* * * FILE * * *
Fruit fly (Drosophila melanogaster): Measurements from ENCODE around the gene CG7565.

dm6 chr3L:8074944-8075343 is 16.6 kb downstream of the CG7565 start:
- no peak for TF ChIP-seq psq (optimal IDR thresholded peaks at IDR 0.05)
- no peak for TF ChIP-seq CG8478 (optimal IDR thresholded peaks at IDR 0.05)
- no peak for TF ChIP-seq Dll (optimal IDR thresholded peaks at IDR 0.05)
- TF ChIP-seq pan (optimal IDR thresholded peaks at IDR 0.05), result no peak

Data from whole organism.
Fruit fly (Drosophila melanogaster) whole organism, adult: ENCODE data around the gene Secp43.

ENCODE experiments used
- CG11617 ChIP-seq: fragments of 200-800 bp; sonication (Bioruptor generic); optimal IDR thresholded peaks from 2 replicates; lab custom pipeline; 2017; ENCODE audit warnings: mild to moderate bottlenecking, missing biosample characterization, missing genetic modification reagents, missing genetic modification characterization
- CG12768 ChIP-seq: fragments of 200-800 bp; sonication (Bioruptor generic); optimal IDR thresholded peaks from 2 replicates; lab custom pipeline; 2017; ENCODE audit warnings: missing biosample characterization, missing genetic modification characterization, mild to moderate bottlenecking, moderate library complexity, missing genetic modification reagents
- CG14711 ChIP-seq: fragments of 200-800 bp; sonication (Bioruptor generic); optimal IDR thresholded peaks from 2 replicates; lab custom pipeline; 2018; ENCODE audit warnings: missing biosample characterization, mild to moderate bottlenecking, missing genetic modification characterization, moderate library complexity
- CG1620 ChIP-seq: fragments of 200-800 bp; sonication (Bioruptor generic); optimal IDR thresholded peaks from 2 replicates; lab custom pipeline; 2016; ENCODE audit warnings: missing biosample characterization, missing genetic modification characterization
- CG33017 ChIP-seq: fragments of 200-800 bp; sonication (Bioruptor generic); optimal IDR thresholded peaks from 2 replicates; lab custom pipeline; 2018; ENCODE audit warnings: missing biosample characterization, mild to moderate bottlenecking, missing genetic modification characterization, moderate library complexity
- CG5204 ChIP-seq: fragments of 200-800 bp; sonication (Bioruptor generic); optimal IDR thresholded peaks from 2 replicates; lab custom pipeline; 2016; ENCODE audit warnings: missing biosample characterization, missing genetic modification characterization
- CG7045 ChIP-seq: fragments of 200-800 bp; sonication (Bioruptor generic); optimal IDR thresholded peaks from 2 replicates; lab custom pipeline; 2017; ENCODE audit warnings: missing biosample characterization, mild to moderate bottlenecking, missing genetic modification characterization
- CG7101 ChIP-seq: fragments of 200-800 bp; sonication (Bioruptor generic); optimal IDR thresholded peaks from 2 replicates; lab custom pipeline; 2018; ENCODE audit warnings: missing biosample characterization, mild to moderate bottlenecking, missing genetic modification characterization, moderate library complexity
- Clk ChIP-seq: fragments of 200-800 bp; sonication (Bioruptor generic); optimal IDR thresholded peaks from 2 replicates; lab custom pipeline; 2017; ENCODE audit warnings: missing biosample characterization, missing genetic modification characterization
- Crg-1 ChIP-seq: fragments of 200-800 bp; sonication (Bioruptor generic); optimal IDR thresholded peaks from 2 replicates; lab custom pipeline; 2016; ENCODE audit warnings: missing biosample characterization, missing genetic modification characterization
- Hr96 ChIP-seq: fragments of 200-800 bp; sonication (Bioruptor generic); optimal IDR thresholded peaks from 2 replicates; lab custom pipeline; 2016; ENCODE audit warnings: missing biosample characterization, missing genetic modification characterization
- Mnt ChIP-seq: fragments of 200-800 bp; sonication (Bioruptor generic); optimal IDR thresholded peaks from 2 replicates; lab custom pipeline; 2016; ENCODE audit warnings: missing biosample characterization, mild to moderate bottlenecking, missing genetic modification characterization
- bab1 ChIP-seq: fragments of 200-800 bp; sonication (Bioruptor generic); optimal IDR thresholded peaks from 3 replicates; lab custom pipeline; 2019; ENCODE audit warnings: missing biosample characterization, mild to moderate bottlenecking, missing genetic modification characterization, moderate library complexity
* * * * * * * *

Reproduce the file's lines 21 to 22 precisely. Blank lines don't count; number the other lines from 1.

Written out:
- Mnt ChIP-seq: fragments of 200-800 bp; sonication (Bioruptor generic); optimal IDR thresholded peaks from 2 replicates; lab custom pipeline; 2016; ENCODE audit warnings: missing biosample characterization, mild to moderate bottlenecking, missing genetic modification characterization
- bab1 ChIP-seq: fragments of 200-800 bp; sonication (Bioruptor generic); optimal IDR thresholded peaks from 3 replicates; lab custom pipeline; 2019; ENCODE audit warnings: missing biosample characterization, mild to moderate bottlenecking, missing genetic modification characterization, moderate library complexity